If the kids were supposed to be totally on their own, SO should state that coaches are not allowed, since coaching implies teaching, training and *appropriate* (that's the word open to interpretation, isn't it?) assistance during the preparation phase. There should be an "adult coordinator" or some other such title for each team's adult-in-charge instead of "coach". I also beg to make a distinction between Divisions B and C and even between kids on the same team. Not that a coach should (or can?) make up the difference between a kid who just isn't "tuned in" to an event and one who is truly interested, but a coach should attempt to give help that *helps the student* fill in the gaps of experience and background, IMO.
Best regards to all,


From: Tom Sanders

Subject: Parents and Industry

Sent: Mon 10/16/2000 12:22 PM
To respond to Jim Fackert's request, here are suggestions to attracting more than just parents for helping with your SO team.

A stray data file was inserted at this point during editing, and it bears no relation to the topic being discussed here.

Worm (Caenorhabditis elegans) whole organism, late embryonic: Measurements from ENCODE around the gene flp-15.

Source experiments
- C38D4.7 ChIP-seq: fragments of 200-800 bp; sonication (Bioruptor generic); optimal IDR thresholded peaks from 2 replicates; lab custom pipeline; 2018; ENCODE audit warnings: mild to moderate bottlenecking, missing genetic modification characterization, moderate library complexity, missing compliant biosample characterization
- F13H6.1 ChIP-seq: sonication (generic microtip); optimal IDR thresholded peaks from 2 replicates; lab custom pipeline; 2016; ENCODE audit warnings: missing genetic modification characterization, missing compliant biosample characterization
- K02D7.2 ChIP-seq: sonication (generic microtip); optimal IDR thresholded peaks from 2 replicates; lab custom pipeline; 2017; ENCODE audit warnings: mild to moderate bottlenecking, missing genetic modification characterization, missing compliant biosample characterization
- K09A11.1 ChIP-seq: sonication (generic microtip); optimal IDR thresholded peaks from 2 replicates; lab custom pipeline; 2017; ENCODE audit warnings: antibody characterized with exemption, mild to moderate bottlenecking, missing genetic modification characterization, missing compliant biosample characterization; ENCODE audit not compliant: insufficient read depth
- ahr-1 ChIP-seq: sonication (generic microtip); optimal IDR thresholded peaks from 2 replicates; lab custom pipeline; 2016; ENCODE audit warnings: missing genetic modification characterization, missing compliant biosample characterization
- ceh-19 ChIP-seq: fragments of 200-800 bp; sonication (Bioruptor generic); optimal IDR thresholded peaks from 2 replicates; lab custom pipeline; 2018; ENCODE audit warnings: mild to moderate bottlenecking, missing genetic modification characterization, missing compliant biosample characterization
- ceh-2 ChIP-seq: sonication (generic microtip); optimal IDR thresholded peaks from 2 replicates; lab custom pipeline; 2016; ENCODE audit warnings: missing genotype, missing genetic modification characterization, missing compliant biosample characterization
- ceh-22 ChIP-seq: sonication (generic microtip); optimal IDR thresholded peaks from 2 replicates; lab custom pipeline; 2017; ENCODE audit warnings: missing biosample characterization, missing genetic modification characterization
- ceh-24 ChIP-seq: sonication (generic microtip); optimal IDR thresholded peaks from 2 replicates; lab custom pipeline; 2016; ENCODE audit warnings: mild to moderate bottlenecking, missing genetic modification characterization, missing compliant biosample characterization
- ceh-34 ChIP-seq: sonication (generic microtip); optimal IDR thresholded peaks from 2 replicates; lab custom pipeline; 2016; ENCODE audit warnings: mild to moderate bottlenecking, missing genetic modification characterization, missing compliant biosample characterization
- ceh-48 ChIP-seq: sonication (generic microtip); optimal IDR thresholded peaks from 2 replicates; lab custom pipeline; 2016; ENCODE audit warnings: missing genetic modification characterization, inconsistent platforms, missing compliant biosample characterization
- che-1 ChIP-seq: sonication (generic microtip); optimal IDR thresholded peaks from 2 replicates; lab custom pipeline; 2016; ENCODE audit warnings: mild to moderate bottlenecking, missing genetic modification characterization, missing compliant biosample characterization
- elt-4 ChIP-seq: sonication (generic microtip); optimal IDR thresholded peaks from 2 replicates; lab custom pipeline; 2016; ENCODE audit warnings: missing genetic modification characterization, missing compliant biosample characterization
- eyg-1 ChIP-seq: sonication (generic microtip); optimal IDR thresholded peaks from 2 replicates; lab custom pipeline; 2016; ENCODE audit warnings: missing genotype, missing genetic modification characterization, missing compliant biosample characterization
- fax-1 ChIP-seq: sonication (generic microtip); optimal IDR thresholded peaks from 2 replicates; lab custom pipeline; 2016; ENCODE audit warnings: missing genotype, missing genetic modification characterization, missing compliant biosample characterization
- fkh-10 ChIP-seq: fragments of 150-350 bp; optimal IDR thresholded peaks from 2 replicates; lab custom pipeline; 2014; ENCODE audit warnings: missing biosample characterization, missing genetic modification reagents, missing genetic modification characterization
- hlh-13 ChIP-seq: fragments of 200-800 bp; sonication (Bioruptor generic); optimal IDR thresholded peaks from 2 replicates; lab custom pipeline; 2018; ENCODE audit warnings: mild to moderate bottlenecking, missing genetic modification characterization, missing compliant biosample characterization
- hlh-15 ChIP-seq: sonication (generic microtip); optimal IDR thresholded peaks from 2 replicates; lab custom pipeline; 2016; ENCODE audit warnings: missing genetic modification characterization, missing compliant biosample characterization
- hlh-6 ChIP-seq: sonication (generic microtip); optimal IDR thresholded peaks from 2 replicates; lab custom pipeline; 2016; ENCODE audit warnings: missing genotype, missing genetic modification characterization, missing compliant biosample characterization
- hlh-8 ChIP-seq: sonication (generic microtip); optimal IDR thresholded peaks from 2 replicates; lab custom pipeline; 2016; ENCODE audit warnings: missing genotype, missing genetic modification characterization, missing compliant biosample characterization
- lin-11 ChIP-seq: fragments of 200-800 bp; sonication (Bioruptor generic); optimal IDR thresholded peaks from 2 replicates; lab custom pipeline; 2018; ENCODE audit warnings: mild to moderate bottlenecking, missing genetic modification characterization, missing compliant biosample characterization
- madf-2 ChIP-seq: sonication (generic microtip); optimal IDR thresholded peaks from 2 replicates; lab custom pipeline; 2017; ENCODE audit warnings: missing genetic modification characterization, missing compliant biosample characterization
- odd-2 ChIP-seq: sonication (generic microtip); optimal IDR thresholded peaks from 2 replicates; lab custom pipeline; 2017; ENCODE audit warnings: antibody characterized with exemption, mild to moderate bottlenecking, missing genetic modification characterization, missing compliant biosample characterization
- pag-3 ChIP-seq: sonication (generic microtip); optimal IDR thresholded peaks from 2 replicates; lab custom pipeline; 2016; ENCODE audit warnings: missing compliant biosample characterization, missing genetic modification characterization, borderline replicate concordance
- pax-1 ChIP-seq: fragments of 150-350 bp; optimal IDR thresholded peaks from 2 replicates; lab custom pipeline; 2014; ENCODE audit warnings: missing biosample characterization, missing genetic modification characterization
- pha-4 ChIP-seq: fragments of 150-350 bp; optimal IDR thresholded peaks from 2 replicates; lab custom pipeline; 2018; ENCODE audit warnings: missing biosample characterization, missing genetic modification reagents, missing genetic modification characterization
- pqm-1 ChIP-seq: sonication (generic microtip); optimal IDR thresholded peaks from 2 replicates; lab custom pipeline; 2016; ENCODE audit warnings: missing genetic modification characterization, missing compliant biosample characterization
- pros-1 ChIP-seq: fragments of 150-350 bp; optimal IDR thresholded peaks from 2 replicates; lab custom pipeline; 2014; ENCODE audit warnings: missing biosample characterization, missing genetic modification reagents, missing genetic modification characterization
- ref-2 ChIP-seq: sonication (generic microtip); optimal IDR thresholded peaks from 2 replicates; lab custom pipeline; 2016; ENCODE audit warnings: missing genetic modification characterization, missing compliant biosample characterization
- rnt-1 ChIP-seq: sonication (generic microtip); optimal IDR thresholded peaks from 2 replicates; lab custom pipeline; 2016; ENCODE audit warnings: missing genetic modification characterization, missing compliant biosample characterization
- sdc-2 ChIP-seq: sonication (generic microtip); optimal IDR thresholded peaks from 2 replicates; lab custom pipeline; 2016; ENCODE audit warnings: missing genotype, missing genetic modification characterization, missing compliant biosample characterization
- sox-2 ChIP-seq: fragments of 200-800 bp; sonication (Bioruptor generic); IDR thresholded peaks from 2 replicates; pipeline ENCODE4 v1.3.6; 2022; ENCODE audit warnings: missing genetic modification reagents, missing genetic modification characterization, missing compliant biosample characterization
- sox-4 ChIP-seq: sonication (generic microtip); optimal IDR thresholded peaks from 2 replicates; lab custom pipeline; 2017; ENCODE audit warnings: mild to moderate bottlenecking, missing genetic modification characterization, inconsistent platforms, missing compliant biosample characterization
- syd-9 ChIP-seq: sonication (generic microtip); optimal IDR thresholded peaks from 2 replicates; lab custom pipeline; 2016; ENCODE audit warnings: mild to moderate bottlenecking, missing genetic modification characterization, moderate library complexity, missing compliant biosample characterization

1) Stand up a be counted! Avoid feeling like a bridesmaid in comparison to the other teams at your school. For instance keep reminding- yourself, your team and your supporters that- your team is competing for NATIONAL honors. Few athletic teams at your school have the same status.
2) SELL, SELL, SELL ! Your team gets more attention when the public gets to see your team. Get an appointment with the local newspaper editor or other media and simply let your passion pitch the need for adults experts. Tell them you want some control over editorial content. That usually gets both their attention and respect. Reporters tend to regurgitate info without any substance. Getting to review the report before publishing will assure your passion and dedication (rhetorically) will be presented.